Ah, spring. Season of love. Season of infatuation. Season of fluttering hearts and wistful glances. True to the time of year, I’ve been scribbling love notes everywhere. All over my binder, throughout my notes, on the inside of my palm:
I ❤ the ROM.
ROMance, be mine.
The R♡M Library.
Regardless of how you feel about the crystal, it’s hard not to love the ROM. Whether stepping tentatively into the depths of the Bat Cave; gazing awe-struck into the gnashing jaws of a Tyrannosaurus rex; or contemplating the mysteries of Ancient Egypt, the Royal Ontario Museum is a treasure trove full of the wildest curiosities.
It’s only natural as a student at U of T – a school with so many disparate libraries that borrowing a book can be a city-wide adventure – to feel a little frustrated when searching the library catalogue. Even if you’re at Gerstein or Robarts, the one book you really want invariably happens to be at another library, usually located halfway across campus. Frustration was precisely what I felt yesterday when searching for books on aquatic insects: the five books I needed were scattered somewhere over 71.2 hectares of academic institution.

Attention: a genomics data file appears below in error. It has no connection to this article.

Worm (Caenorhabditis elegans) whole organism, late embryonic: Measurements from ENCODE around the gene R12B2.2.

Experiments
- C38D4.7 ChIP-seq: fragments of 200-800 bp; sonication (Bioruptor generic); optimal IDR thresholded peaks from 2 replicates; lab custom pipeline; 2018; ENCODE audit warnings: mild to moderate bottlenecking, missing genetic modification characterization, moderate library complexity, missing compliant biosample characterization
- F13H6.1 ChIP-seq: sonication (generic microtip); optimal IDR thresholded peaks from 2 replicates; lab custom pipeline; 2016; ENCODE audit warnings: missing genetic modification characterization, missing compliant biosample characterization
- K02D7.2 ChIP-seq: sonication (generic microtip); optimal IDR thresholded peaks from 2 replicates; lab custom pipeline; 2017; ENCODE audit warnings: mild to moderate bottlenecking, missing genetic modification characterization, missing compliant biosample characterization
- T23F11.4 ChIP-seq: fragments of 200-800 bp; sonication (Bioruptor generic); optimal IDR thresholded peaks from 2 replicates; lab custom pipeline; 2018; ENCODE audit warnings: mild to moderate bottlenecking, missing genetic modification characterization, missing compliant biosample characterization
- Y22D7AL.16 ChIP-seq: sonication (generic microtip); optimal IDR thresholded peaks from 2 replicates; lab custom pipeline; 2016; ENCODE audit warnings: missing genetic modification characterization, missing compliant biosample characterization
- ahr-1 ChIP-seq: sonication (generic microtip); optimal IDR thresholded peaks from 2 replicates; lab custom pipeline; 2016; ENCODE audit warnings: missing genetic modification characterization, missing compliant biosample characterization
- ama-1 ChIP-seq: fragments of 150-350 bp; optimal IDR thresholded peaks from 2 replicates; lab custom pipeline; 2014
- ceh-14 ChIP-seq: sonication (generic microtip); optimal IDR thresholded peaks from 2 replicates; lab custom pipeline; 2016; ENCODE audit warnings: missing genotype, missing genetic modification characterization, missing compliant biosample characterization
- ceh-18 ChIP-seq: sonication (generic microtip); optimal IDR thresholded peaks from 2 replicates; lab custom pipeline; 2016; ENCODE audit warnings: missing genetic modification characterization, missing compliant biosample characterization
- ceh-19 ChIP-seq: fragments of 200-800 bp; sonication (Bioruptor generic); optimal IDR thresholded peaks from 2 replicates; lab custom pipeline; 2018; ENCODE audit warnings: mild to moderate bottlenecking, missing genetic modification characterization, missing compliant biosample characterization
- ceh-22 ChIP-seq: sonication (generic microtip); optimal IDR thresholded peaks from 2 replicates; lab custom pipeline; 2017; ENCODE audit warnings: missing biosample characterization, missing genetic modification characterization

Fortunately, three of these books were clustered in one place – the ROM Library. Hence this morning, I found myself wandering through the Chinese collection on the first floor, past a large bronze Buddha.
The Main Library houses an international collection of works on archaeology, art, natural history, palaeontology, textiles, and earth and life sciences. The library is particularly well-endowed with an ornithology collection and with works on museology, Egyptology and ethnology. The Archives include manuscripts and photos pertaining to the museum, some of which have been listed online.
While materials can only be borrowed by ROM staff and faculty of U of T, the library is provisioned with the Sackler Reading Room where you are invited to spread out and read. The library is also home to a photocopier (15¢ per copy) and a scanner, which you can use for free to send yourself copies via email.
The HH Mu Library includes a miscellany of books on the history, culture, numismatics and geography of Central, Eastern, Southeast and South Asia. This library opened in 1933 and was the first library on Asian art and archaeology in Canada. These books are also for reference only, so retrieval requests must be made by staff as the stacks are not open to the public.
The hours of both libraries are:
Monday: 12-4:30 pm
Tuesday: 12-5:30 pm
Wednesday to Friday: 12-4:30 pm